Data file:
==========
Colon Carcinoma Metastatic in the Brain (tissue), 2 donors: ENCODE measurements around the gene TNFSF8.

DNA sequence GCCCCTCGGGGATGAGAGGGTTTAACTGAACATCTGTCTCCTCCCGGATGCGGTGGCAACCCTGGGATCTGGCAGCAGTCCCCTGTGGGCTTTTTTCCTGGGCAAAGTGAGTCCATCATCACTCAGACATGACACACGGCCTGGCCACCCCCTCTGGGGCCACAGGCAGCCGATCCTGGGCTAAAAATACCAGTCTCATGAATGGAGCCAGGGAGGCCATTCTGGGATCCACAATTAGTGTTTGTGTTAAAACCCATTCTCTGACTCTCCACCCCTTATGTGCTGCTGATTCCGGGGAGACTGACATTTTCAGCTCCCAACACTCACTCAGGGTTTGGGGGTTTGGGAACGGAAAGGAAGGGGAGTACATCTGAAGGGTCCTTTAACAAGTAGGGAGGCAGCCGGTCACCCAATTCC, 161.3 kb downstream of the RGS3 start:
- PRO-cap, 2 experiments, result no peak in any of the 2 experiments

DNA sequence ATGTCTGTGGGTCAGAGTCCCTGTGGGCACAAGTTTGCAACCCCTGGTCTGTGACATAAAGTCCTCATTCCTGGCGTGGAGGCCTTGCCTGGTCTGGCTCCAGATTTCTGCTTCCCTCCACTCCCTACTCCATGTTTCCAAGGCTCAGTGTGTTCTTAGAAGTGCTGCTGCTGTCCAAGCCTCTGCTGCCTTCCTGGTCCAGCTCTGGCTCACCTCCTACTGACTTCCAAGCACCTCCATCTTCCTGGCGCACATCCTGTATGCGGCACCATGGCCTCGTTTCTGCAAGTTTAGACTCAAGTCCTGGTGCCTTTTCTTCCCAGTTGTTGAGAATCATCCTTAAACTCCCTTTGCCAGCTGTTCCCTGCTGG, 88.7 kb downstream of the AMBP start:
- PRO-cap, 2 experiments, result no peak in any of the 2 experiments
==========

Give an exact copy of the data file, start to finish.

Colon Carcinoma Metastatic in the Brain (tissue), 2 donors: ENCODE measurements around the gene TNFSF8.

DNA sequence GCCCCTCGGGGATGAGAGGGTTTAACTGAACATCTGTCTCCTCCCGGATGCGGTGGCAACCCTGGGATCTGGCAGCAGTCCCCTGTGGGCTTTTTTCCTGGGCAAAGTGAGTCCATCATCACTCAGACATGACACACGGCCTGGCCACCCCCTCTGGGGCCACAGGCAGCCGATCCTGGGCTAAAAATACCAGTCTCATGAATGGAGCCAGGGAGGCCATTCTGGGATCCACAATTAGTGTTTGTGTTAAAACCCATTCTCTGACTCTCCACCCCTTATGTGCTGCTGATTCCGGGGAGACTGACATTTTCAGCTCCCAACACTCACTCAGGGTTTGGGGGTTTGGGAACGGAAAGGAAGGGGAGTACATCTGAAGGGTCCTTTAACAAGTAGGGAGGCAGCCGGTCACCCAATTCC, 161.3 kb downstream of the RGS3 start:
- PRO-cap, 2 experiments, result no peak in any of the 2 experiments

DNA sequence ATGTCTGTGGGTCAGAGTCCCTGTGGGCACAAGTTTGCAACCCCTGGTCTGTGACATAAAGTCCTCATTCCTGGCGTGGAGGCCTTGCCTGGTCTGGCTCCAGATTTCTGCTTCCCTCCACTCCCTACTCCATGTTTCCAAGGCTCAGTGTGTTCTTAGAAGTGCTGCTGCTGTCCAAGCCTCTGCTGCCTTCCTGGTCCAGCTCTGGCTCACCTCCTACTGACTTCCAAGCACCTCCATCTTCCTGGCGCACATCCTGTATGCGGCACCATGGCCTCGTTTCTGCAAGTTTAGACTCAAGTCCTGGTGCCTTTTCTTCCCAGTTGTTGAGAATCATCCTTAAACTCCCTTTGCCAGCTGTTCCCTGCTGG, 88.7 kb downstream of the AMBP start:
- PRO-cap, 2 experiments, result no peak in any of the 2 experiments